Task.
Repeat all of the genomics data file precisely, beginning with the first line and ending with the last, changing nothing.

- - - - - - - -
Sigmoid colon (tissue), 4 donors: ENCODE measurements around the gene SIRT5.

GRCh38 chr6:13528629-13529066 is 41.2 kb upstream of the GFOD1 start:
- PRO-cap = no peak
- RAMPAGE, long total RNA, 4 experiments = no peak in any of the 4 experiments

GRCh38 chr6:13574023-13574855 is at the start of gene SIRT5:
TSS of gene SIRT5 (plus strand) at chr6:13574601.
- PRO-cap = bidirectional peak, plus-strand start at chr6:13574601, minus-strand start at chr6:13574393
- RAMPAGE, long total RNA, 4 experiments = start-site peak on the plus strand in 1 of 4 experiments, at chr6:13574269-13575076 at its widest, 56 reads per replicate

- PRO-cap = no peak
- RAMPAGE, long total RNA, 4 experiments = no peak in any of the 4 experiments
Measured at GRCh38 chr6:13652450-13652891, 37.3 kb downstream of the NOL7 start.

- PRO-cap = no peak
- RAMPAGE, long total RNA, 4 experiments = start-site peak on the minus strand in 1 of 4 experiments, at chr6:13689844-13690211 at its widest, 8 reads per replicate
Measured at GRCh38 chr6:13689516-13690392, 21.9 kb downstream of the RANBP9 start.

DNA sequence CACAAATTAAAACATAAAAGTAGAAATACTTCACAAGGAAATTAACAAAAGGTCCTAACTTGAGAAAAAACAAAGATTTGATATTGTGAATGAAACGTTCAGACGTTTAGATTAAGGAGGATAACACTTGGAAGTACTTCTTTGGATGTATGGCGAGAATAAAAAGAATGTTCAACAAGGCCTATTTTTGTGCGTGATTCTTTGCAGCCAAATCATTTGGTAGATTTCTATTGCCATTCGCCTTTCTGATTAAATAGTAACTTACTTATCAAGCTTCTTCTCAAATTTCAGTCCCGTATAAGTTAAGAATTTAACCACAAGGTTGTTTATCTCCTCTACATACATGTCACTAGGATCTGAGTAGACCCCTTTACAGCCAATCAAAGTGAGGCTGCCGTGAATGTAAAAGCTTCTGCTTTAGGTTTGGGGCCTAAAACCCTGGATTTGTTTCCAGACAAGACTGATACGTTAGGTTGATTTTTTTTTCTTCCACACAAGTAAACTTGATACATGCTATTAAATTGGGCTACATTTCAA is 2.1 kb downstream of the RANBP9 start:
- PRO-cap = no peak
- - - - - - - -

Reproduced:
Sigmoid colon (tissue), 4 donors: ENCODE measurements around the gene SIRT5.

GRCh38 chr6:13528629-13529066 is 41.2 kb upstream of the GFOD1 start:
- PRO-cap = no peak
- RAMPAGE, long total RNA, 4 experiments = no peak in any of the 4 experiments

GRCh38 chr6:13574023-13574855 is at the start of gene SIRT5:
TSS of gene SIRT5 (plus strand) at chr6:13574601.
- PRO-cap = bidirectional peak, plus-strand start at chr6:13574601, minus-strand start at chr6:13574393
- RAMPAGE, long total RNA, 4 experiments = start-site peak on the plus strand in 1 of 4 experiments, at chr6:13574269-13575076 at its widest, 56 reads per replicate

- PRO-cap = no peak
- RAMPAGE, long total RNA, 4 experiments = no peak in any of the 4 experiments
Measured at GRCh38 chr6:13652450-13652891, 37.3 kb downstream of the NOL7 start.

- PRO-cap = no peak
- RAMPAGE, long total RNA, 4 experiments = start-site peak on the minus strand in 1 of 4 experiments, at chr6:13689844-13690211 at its widest, 8 reads per replicate
Measured at GRCh38 chr6:13689516-13690392, 21.9 kb downstream of the RANBP9 start.

DNA sequence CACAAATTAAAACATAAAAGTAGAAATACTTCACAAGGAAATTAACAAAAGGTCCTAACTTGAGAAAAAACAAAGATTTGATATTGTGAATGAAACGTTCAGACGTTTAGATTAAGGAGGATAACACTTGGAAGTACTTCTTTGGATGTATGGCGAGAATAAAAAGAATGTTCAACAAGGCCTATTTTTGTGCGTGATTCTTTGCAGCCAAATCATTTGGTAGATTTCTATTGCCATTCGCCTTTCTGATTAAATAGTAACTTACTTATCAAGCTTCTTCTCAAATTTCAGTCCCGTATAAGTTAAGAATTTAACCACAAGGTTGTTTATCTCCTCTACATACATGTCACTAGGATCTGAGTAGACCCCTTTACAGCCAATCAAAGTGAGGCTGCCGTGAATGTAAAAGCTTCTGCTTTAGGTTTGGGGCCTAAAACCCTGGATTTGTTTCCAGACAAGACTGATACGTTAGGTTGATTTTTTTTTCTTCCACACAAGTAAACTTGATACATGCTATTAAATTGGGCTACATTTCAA is 2.1 kb downstream of the RANBP9 start:
- PRO-cap = no peak